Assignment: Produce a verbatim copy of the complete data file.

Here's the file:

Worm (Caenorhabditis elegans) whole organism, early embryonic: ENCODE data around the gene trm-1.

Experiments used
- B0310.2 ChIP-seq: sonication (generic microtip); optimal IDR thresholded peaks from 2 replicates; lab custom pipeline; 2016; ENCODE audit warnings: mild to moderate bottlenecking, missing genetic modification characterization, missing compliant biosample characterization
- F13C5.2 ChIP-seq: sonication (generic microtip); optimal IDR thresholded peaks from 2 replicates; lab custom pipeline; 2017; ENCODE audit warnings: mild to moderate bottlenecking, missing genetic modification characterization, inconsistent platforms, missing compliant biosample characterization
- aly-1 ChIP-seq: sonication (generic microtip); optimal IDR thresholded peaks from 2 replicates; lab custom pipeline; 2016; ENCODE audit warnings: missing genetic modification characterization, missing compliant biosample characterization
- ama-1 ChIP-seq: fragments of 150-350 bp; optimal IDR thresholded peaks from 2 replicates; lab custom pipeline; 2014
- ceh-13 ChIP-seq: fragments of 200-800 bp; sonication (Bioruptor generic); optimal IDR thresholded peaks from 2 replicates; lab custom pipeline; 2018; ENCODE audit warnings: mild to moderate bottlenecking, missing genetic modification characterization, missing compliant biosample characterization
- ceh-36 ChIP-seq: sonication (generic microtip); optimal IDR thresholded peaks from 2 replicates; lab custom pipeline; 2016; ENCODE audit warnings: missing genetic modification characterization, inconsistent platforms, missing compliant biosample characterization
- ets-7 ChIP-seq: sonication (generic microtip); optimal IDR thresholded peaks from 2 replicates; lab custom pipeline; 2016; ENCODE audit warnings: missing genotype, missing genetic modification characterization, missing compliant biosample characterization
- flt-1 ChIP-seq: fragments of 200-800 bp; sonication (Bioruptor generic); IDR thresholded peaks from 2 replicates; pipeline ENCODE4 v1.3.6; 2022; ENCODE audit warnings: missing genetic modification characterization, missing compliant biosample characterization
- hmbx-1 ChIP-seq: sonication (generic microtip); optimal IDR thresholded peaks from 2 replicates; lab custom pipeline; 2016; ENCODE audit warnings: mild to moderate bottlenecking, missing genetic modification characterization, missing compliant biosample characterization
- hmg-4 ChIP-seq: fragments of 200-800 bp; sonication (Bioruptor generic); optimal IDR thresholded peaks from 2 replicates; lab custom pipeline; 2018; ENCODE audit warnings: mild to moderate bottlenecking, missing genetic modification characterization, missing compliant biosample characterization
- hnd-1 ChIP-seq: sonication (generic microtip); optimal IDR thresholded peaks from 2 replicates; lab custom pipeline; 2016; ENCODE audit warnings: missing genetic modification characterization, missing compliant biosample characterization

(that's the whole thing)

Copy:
Worm (Caenorhabditis elegans) whole organism, early embryonic: ENCODE data around the gene trm-1.

Experiments used
- B0310.2 ChIP-seq: sonication (generic microtip); optimal IDR thresholded peaks from 2 replicates; lab custom pipeline; 2016; ENCODE audit warnings: mild to moderate bottlenecking, missing genetic modification characterization, missing compliant biosample characterization
- F13C5.2 ChIP-seq: sonication (generic microtip); optimal IDR thresholded peaks from 2 replicates; lab custom pipeline; 2017; ENCODE audit warnings: mild to moderate bottlenecking, missing genetic modification characterization, inconsistent platforms, missing compliant biosample characterization
- aly-1 ChIP-seq: sonication (generic microtip); optimal IDR thresholded peaks from 2 replicates; lab custom pipeline; 2016; ENCODE audit warnings: missing genetic modification characterization, missing compliant biosample characterization
- ama-1 ChIP-seq: fragments of 150-350 bp; optimal IDR thresholded peaks from 2 replicates; lab custom pipeline; 2014
- ceh-13 ChIP-seq: fragments of 200-800 bp; sonication (Bioruptor generic); optimal IDR thresholded peaks from 2 replicates; lab custom pipeline; 2018; ENCODE audit warnings: mild to moderate bottlenecking, missing genetic modification characterization, missing compliant biosample characterization
- ceh-36 ChIP-seq: sonication (generic microtip); optimal IDR thresholded peaks from 2 replicates; lab custom pipeline; 2016; ENCODE audit warnings: missing genetic modification characterization, inconsistent platforms, missing compliant biosample characterization
- ets-7 ChIP-seq: sonication (generic microtip); optimal IDR thresholded peaks from 2 replicates; lab custom pipeline; 2016; ENCODE audit warnings: missing genotype, missing genetic modification characterization, missing compliant biosample characterization
- flt-1 ChIP-seq: fragments of 200-800 bp; sonication (Bioruptor generic); IDR thresholded peaks from 2 replicates; pipeline ENCODE4 v1.3.6; 2022; ENCODE audit warnings: missing genetic modification characterization, missing compliant biosample characterization
- hmbx-1 ChIP-seq: sonication (generic microtip); optimal IDR thresholded peaks from 2 replicates; lab custom pipeline; 2016; ENCODE audit warnings: mild to moderate bottlenecking, missing genetic modification characterization, missing compliant biosample characterization
- hmg-4 ChIP-seq: fragments of 200-800 bp; sonication (Bioruptor generic); optimal IDR thresholded peaks from 2 replicates; lab custom pipeline; 2018; ENCODE audit warnings: mild to moderate bottlenecking, missing genetic modification characterization, missing compliant biosample characterization
- hnd-1 ChIP-seq: sonication (generic microtip); optimal IDR thresholded peaks from 2 replicates; lab custom pipeline; 2016; ENCODE audit warnings: missing genetic modification characterization, missing compliant biosample characterization